My grandmother was a master storyteller. She had a way with the written and spoken word that far surpassed any adult I’ve personally known in my entire life. Gramma could turn normal, everyday occurrences into a story with a plot, rising action, and a conflict. Her characters were her family members, her friends, her pets, her garden full of flowers, and oftentimes, herself. Many people take a walk in the woods, bake bread, pull weeds in a garden, take a nap in a hammock, go to the grocery store, or take a pet to the vet; but when Gramma did these things, she had adventures. Gramma always had a story to tell, and she told it very well. Storytelling was her gift.
The process of turning moments into stories is something I am always excited to share with my students. Some teachers really love the fiction units (I do, too!), but my absolute favorite thing to teach is the literary nonfiction unit because this unit is the one in which students write their own short memoirs. When students go through the process of writing their own memoirs, the learning and knowledge they gain about themselves as writers, and as humans, is unmatched. Watching a student go from struggling writer to storyteller is just the best!
My students do not start this process without instruction. We study memoirs, using tons of mentor texts in all forms to gain a deeper understanding. Students then choose from a selection of mentor texts to write their own memoirs – from authors, musicians, comedians, poets, young people, mature adults, and even teachers. I write my own short memoirs, often as my students are composing theirs, and I share my stories with them for use as a mentor text if they so choose. In my classes, I emphasize to students that everyone is a writer and any piece of writing that speaks to them can be a mentor text. Students may also choose their own form of mentor text – short narrative, vignette, poem, song, essay, even a story with artwork included!
Over the years, I’ve used a variety of mentor texts with my students. These selections have been chosen and collected over time, and each year I add some and replace others. I encourage students to write about anything they choose – memories that are happy, sad, exciting, scary, troubling, or that are otherwise unforgettable. However, not all moments worth writing about are huge, life-changing moments. It is often in the mundane that we find the best stories – just as my Gramma did with her stories of everyday life.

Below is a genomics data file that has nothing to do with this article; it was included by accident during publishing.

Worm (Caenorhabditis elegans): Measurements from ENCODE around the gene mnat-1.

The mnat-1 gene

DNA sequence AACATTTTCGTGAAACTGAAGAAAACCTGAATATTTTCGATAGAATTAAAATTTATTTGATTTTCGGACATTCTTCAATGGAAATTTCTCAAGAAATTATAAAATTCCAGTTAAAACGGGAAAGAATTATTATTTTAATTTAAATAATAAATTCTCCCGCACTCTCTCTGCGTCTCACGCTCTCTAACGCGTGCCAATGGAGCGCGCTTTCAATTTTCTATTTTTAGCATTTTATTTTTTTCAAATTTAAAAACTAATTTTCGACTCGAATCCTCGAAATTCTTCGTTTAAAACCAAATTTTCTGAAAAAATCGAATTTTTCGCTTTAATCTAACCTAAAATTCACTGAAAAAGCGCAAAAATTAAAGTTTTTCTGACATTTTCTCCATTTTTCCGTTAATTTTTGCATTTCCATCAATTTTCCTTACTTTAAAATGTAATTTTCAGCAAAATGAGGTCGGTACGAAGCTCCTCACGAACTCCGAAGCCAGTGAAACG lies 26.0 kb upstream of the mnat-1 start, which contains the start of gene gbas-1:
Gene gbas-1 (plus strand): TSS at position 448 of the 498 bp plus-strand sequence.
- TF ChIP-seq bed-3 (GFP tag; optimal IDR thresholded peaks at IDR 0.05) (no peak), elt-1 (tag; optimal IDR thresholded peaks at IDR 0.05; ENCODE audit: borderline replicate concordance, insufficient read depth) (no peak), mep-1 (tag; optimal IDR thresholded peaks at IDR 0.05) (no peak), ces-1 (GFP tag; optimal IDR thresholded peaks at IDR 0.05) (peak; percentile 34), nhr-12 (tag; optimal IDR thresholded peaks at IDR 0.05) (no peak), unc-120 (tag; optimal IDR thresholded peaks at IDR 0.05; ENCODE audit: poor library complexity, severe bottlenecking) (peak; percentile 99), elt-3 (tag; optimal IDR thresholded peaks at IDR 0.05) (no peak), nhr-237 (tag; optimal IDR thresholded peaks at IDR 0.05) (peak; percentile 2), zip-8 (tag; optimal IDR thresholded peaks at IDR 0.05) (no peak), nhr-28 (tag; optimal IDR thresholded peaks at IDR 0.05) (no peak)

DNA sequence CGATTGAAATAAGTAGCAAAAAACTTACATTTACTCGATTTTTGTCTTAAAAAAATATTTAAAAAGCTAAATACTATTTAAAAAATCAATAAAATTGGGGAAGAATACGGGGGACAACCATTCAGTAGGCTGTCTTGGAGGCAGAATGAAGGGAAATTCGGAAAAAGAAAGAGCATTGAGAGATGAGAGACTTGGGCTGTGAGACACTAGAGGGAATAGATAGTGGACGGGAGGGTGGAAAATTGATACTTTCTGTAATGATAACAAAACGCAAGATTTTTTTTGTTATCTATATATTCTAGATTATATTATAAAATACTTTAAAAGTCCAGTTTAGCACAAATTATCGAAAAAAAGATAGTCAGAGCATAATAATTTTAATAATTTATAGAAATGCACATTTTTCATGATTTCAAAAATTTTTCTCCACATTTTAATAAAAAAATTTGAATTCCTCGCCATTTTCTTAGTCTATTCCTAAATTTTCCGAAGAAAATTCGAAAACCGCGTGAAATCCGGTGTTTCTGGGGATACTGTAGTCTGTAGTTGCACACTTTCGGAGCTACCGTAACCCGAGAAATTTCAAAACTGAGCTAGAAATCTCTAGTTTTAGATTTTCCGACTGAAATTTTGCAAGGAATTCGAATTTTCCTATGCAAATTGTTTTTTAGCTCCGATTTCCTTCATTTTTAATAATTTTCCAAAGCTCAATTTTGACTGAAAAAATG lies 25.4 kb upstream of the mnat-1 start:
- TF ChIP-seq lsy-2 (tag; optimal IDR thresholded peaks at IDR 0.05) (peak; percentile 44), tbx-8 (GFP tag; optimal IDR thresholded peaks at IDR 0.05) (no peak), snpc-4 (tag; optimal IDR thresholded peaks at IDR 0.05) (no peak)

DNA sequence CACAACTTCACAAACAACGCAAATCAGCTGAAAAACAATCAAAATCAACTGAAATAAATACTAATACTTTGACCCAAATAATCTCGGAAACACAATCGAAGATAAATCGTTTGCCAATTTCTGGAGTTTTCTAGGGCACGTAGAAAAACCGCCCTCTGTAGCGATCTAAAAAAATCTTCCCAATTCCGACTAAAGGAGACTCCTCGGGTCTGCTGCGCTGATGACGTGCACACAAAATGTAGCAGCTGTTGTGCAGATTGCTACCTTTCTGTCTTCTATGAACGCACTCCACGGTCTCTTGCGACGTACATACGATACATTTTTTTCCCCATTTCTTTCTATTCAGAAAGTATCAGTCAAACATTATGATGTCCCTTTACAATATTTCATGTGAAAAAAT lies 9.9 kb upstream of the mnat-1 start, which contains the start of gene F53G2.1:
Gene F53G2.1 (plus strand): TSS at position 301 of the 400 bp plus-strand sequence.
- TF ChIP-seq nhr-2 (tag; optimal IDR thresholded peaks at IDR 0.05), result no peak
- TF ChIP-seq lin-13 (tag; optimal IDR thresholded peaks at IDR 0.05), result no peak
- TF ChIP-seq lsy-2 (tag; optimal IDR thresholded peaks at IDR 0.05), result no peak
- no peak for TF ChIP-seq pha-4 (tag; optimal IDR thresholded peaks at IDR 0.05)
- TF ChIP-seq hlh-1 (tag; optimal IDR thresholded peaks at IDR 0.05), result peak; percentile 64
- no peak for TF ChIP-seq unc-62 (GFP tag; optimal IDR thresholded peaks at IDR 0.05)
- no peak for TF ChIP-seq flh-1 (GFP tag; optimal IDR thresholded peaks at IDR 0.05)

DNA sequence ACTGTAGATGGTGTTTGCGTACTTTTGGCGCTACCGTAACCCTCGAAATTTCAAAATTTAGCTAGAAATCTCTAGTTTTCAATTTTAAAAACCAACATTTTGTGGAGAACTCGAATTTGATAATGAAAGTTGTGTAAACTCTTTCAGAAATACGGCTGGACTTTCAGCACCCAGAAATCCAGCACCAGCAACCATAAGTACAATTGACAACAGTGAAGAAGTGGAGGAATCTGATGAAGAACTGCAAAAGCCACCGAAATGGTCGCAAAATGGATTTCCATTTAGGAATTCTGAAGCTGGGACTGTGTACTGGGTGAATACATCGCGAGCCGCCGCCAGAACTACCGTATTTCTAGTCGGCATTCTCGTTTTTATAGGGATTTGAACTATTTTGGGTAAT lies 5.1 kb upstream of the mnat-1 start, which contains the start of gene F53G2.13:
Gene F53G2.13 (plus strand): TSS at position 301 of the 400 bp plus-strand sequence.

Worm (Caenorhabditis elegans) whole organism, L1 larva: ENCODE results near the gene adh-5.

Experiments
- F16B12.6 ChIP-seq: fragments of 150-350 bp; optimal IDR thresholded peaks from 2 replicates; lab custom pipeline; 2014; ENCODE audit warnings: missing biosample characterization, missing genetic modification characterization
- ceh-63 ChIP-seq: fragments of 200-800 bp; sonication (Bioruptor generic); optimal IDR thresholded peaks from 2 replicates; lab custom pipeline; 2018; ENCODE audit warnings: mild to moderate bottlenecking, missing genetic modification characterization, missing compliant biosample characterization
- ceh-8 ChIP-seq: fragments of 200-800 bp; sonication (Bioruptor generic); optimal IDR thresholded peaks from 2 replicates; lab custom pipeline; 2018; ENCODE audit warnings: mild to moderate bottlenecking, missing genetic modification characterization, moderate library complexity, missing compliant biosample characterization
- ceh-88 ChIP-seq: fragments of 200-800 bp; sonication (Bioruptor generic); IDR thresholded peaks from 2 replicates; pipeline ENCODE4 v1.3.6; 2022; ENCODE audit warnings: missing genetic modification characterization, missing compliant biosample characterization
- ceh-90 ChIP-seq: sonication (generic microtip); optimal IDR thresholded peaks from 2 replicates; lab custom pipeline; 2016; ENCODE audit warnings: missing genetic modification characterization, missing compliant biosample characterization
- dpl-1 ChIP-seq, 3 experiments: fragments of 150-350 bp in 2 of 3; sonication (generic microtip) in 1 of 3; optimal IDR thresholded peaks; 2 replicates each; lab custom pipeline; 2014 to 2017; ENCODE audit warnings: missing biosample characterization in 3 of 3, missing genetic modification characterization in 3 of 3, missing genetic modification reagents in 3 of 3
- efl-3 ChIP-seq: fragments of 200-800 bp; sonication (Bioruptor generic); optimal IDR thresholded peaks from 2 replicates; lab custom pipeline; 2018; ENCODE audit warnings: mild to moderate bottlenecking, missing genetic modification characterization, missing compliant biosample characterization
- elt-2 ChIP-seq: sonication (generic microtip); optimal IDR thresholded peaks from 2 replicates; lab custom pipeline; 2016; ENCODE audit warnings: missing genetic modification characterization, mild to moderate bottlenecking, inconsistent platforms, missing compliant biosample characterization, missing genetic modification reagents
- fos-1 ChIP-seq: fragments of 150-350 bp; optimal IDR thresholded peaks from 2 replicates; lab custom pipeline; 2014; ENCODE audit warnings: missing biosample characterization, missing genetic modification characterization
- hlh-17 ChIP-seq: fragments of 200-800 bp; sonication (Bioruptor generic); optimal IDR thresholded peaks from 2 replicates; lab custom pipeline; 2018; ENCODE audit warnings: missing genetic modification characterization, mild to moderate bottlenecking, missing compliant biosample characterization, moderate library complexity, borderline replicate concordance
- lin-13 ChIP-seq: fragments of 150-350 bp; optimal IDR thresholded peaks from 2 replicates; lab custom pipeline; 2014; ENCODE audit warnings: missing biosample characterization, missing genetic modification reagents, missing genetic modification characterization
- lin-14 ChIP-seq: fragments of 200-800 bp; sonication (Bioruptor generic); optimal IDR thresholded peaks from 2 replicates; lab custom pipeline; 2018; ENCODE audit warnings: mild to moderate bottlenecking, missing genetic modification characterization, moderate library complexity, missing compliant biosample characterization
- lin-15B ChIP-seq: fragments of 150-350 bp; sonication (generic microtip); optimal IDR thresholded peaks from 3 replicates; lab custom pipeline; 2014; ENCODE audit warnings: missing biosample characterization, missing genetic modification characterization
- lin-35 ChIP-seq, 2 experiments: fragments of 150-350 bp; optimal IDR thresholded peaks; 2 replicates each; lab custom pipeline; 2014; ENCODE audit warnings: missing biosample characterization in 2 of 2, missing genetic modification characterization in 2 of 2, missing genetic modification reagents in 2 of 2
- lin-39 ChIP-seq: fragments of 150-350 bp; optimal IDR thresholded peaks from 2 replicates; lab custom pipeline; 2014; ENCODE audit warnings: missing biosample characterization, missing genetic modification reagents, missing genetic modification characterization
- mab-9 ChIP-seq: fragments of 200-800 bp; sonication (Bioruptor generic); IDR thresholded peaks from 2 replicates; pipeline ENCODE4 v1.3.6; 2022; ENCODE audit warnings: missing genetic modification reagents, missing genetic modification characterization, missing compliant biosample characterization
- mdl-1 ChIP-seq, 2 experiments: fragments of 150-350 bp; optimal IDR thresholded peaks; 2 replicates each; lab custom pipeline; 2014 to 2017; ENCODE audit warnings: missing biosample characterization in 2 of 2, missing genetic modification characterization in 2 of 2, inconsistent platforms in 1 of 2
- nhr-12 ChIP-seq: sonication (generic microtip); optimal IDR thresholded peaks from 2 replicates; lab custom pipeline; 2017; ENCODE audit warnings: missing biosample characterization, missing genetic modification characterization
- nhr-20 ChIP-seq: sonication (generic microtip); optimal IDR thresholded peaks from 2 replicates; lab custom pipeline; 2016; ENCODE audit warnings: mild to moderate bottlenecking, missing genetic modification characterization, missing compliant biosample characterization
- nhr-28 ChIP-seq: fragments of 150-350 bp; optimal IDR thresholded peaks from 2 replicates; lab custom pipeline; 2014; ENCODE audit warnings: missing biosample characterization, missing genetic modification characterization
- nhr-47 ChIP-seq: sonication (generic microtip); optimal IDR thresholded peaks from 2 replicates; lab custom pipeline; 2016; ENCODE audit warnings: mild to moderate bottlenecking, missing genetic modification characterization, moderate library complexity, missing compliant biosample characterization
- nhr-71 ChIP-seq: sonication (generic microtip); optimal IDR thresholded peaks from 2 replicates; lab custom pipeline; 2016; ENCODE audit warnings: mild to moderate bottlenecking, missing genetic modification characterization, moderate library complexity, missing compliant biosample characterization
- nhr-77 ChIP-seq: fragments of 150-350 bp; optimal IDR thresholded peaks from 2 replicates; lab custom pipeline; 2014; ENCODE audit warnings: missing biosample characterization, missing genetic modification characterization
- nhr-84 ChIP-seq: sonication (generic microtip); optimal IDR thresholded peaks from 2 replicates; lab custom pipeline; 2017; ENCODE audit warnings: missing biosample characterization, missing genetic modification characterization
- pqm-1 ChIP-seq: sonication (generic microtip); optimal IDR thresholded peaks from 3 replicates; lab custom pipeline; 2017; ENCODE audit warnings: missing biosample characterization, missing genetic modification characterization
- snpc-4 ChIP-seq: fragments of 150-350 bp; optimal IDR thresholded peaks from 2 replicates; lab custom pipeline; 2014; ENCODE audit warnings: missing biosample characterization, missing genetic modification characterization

Inspiration for stories can be found anywhere, and music often evokes otherwise elusive memories and emotions. People of all ages have had moments when they hear a certain song and are suddenly flooded with a memory to which the song is tied. I encourage students to listen to music to spark memories, to talk to family members at home about shared experiences, to look at memorabilia or other objects in their bedrooms as a way to coax memories to the surface. An item that seems like trash or a piece of junk to one person may hold a significant memory for another – a ticket stub, a receipt, an old chapstick, a coin, a silly eraser – many simple objects have strong memories attached to them.
During this process, I share photos with my students of objects I own from when I was in middle school. I share photos of my Pop Swatch, my Jon Bon Jovi poster, my boom box and cassette tapes, and my own 8th grade school photo. I tell them the story of that day – how I took off my thick, ugly, brown 80’s glasses to take the photo, how my mom was upset that I didn’t “look like me”, and how happy I was with the result because my permed hair, giant hot pink earrings, and stone-washed jeans with suspenders all looked so awesome! And the story of how a frenemy later saw my photo when I gave her a wallet-size print (we did that for our friends back then – remember?) and then turned my photo upside down in front of many other students and made a snide comment. And of how my best friend stood up for me and talked back to that girl! Students are shown that picture-day in 8th grade can be a story, complete with a villain.
When students begin their stories, I teach them a common trick, one I use in my own writing – don’t begin at the beginning! Middle school students often want to narrate each minute of a memory from first thing in the morning until last thing at night, in a step-by-step manner. “First I woke up, then I had breakfast, then I got on the bus,” and so on. Instead, I encourage students to begin stories in the middle, and then weave the details in and out to fill in gaps for the reader. Students are encouraged to set the scene by using descriptive, sensory language and imagery to help the reader see in their own minds what my writers envision in their memories. I have them brainstorm using their five senses and generate adjectives to describe. “Show me more” is something I often say when I read their writing, and then I ask for specifics. What was the weather like? What time of year was this? What was everyone wearing? What sounds did you hear? How did you feel physically when that happened? Asking students many questions can help them elaborate on their memories and create an interesting story. It’s true that I don’t always use all of these strategies with all of my classes, or all of my students. They are individuals, and I make adjustments for each class based on student need. A strategy that worked well in one class may not get any result at all in another; having a full toolbox of memoir forms, mentor texts, and strategies makes it easier to help any student find their voice.
My students have experienced ordinary and extraordinary things. They lead simple and complicated lives. Some have hardships and joys I will never know. It is a gift to play a small part in their journey. They are unique, complex, difficult, talented, struggling, and outstanding. They are so many things. They are also all writers, and they all have a story to tell.